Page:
Ask Em and Lo: How do I bring up my herpes?

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Dear Em & Lo,

I have genital herpes and rarely have breakouts. I just started dating someone. How and when do you recommend I address the issue? Oh, the stigma!

Trepidatious


Here's how you know if you have herpes.


Dear T,

First of all, we'd like to give you a Golden Dildo Award for bravery and honesty in the face of danger (or, at least, in the face of temporary chastity). If only everyone felt as compelled as you clearly do to offer up the full scoop on their sexual histories. Unfortunately there are too many people who don't understand that if you've got something, you gotta tell. Sex is not a right, it's a privilege, and you've got to earn that privilege via honest communication about your bod and where it's been. If more people fessed up to STDs, then we'd all know a little more about them--and probably not be so freaked out. Knowledge is power, and power is sexy...

Unfortunately, honest communication isn't always the quickest route to the most sex. (Hence, so many liars...who will eventually get theirs in heck.) But there are ways you can approach the dreaded conversation so it doesn't feel like you're dropping a bomb on helpless civilians. Don't make too huge a deal about it but don't gloss over it either. Give the person you're dating the basics--because despite the fact that this culture is soaked in sex, most people are still clueless when it comes to STDs. And don't assume just 'cause you've got it, you know how it works across the board: Do your homework so you can accurately answer any questions your partner might have casually, confidently, and convincingly. The National Herpes Hotline can be reached at 919.361.8488 (every operator we spoke to there was sweet as pie). It's run by the American Social Health Association, which has a great website. Other nice helpful people can be found at the Planned Parenthood Federation of America (1.800.230.PLAN).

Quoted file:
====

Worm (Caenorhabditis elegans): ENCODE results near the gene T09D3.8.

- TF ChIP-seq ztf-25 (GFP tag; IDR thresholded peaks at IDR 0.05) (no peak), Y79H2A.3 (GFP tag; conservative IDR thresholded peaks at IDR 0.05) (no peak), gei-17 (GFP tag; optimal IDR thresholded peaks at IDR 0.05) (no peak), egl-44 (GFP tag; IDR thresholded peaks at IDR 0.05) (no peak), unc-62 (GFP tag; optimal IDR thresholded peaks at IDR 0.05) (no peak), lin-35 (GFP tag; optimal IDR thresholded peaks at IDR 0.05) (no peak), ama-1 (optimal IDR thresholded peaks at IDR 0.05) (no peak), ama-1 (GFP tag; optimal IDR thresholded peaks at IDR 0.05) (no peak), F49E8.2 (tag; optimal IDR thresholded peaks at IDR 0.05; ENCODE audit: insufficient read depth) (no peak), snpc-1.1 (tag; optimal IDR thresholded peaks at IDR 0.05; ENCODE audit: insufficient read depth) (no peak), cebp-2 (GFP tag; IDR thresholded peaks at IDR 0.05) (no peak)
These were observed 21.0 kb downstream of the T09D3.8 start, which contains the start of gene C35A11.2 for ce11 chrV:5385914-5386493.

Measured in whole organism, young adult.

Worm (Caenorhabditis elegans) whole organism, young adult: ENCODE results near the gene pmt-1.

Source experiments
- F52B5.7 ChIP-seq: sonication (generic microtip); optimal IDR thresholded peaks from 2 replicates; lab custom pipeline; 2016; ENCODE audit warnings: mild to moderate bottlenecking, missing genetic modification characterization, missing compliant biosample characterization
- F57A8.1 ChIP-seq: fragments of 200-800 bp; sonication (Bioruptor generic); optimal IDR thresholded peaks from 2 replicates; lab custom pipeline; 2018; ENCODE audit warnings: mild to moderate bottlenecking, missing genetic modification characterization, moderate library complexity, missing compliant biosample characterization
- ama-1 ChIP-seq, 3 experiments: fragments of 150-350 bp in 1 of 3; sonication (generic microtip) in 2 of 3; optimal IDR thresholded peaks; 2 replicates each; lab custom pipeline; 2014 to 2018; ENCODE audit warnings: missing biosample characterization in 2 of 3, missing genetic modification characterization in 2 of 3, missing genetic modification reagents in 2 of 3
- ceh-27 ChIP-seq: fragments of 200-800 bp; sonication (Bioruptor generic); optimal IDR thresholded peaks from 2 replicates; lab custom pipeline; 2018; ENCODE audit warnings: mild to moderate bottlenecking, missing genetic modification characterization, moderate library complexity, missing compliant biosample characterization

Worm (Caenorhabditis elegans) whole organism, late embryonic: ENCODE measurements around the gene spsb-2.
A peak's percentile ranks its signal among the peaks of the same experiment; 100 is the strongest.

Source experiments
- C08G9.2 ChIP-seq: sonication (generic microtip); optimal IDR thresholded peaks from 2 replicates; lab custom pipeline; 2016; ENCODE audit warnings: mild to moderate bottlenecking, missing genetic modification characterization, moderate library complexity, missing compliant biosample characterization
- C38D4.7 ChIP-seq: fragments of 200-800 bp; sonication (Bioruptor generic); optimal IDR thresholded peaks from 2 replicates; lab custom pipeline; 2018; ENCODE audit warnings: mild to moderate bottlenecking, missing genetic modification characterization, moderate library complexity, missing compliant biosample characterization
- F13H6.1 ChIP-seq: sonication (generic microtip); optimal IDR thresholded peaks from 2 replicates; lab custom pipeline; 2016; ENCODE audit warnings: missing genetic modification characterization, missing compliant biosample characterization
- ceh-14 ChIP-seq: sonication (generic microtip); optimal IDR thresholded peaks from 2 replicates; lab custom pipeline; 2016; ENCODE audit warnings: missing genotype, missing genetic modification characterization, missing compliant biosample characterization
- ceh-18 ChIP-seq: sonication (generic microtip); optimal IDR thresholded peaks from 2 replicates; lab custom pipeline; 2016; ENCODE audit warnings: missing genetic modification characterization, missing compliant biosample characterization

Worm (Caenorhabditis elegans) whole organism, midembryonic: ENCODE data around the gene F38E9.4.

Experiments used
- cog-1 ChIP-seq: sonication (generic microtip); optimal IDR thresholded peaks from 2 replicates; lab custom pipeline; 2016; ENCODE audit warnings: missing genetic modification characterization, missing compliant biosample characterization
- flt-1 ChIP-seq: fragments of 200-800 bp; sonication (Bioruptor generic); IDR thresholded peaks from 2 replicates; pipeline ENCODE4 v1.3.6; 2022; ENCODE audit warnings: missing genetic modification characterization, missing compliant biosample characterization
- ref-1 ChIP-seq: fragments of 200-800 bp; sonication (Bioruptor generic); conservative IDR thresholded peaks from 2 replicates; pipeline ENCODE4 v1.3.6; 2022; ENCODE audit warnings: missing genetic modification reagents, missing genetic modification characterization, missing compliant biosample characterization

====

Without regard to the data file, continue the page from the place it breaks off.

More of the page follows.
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After you've dropped mad science, you're ready to have the STD talk. Do it when you're sure you'd like to do them and you have a pretty good idea that they'd like to do you, too. This can be confirmed with a longing, yearning, burning French kiss that's reciprocated at the end of a date (of course, we'd like to live in a world where people talk about oral herpes before making out, but even we know we don't live in that kind of world). Tear yourselves apart (the best things in life are worth waiting for) and then have the conversation the next time you're together.

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A reader we advised once on HPV wrote back years later with the prepared speech she gives all her suitors before first-time sex. It's so awesome, we've amended it here for your situation: "I have something I need to tell you and I just ask that you please listen to all I'm about to say before responding. X years ago I discovered I had genital herpes. I've gotten treated, am taking repressive drug therapy, and I haven't had any outbreaks since Y, but herpes is caused by a virus, which means I may always have it. What that means for you is, if we have sex there is a possibility you will get the virus too, even though we would use a condom, because condoms don't offer total protection against herpes. If you did get the virus, that doesn't mean you would necessarily get symptoms, since many people who get the virus never have any symptoms. In fact, you could already have the virus and not know it: more than one in five Americans is infected with herpes, less than a third of whom know it because they never have outbreaks. If you want to do some research on it and learn more I can suggest some websites. If you never want to see me again, I understand, but I hope you can at least respect the fact that I was honest with you."